Skip to main content

Inside the Market’s roundup of some of today’s key analyst actions

Following “disappointing” second-quarter financial results, Stifel analyst Martin Landry downgraded Goodfood Market Corp. (FOOD-T) to “hold” from a “buy” recommendation on Monday, believing “the continued erosion of Goodfood’s revenue base warrants a lower valuation multiple ... especially given the recent risk-off market sentiment.”

Shares of the Montreal-based online grocery, home meal and meal kit company dropped 7.8 per cent on Thursday following the premarket earnings release. Revenue of $73.38-million and an adjusted earnings before interest, taxes, depreciation and amortization loss of $13.58-million, both missed Mr. Landry estimates of $83.45-million and a loss of $12.41-million. Adjusted earnings per share of a loss of 26 cents, a drop of 353 per cent year-over-year, also fell short of expectations (a 22-cent deficit).

In justifying his rating change, Mr. Landry emphasized his “lack of conviction” on the company’s near-term revenue growth potential, noting the Canadian meal kit subscription business has become “highly competitive with rising costs to acquire customers.”

“Management has decided to remain disciplined, which has resulted in Goodfood losing market share in the meal kits business,” he said. “We estimate that in the last year, Goodfood’s market share has declined by 800 basis points (from 38 per cent to 30 per cent). The revenue decline in meal kit subscriptions may abate, but we doubt this segment will return to the growth engine it once was.”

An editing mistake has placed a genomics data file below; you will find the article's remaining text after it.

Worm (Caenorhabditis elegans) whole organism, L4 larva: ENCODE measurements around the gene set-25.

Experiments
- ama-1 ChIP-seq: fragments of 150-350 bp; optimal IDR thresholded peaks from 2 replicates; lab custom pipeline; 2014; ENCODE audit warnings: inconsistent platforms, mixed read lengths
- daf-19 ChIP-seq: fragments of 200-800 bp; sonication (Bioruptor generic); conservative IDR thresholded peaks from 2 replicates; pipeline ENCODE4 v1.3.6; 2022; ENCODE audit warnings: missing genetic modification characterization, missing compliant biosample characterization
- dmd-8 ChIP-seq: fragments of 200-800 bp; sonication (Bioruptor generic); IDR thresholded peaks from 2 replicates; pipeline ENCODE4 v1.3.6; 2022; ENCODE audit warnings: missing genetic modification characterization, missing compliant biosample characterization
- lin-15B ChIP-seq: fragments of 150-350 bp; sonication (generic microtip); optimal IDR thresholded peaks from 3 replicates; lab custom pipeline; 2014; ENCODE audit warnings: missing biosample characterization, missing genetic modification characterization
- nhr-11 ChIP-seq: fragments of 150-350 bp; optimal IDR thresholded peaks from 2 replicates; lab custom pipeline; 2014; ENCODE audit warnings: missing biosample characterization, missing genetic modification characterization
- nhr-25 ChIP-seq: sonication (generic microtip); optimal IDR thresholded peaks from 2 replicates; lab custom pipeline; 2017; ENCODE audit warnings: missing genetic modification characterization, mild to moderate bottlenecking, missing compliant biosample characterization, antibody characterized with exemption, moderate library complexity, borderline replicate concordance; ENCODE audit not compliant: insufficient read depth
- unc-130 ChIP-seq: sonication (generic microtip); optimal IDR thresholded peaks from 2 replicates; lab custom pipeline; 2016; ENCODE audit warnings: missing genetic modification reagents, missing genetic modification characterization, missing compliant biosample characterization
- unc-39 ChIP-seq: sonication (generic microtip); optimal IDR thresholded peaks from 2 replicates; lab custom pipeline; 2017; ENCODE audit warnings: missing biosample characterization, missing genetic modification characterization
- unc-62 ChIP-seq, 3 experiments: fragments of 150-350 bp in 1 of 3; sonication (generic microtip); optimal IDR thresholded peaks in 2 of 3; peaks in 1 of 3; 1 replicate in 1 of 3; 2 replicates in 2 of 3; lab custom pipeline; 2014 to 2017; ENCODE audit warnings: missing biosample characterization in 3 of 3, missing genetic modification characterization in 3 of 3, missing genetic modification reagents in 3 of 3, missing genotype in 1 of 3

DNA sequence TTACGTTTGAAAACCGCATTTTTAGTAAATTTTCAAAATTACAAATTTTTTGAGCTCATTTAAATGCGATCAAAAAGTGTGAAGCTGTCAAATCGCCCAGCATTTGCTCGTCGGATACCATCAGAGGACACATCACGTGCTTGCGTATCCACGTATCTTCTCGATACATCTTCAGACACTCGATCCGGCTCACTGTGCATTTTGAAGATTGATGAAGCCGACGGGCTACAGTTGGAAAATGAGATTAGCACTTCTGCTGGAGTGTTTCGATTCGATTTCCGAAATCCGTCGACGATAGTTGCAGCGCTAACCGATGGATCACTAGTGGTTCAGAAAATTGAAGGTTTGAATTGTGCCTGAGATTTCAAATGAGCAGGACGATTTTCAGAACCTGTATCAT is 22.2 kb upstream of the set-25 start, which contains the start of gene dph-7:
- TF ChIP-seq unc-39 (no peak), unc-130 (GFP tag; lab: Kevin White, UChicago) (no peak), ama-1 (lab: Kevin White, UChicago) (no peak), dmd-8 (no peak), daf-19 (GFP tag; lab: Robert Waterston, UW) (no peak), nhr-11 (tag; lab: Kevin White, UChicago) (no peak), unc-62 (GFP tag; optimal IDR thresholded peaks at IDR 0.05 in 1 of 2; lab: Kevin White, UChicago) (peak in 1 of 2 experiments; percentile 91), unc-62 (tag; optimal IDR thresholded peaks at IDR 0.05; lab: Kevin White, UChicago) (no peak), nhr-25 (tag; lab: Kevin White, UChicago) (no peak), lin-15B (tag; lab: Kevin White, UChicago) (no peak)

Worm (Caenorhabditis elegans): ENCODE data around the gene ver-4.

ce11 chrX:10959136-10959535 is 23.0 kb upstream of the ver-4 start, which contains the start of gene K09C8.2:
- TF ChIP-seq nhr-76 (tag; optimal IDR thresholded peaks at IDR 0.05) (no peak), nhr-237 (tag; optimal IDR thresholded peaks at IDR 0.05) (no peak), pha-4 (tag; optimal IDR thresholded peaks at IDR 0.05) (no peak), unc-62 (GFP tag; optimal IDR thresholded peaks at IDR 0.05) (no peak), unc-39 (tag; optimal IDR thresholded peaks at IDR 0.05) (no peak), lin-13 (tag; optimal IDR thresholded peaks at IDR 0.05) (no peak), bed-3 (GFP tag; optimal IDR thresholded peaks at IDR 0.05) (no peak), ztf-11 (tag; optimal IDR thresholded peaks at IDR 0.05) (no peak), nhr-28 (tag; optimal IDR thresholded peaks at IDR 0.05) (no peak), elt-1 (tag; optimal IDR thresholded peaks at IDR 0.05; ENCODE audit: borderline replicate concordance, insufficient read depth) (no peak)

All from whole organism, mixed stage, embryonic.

“Large players such as SkipTheDishes and Door Dash are increasing resources to grab market share in on-demand delivery of grocery and convenience products. In addition, traditional grocers have increased their online delivery capabilities with a more streamlined customer experience. While traditional grocers don’t offer on-demand delivery as rapid as Goodfood, they nonetheless represent a competitor and Voilà (Sobeys) continues to see rapidly rising website traffic. Hence, we believe that customer acquisition will be expensive for Goodfood and that competitors are better financed with larger existing customer base. Our visibility is limited as to the growth prospects for this segment, and we will stay on the sidelines until it improves.”

Believing its “path to profitability is unclear at this point given declining revenues,” Mr. Landry expects Goodfood will need to raise additional capital and thinks cost-cutting initiatives could impair its ability to grow rapidly.

“Goodfood announced an additional $12 million in cost-cutting measures coming from headcount reduction and additional initiatives to streamline operations,” he said. “The announcement follows the completion of a prior $12 million cost reduction plan, which was fully realized during the quarter. In our view, there is a risk that these aggressive cost-cutting measures could impair the company’s ability to grow rapidly and could create logistics challenges.”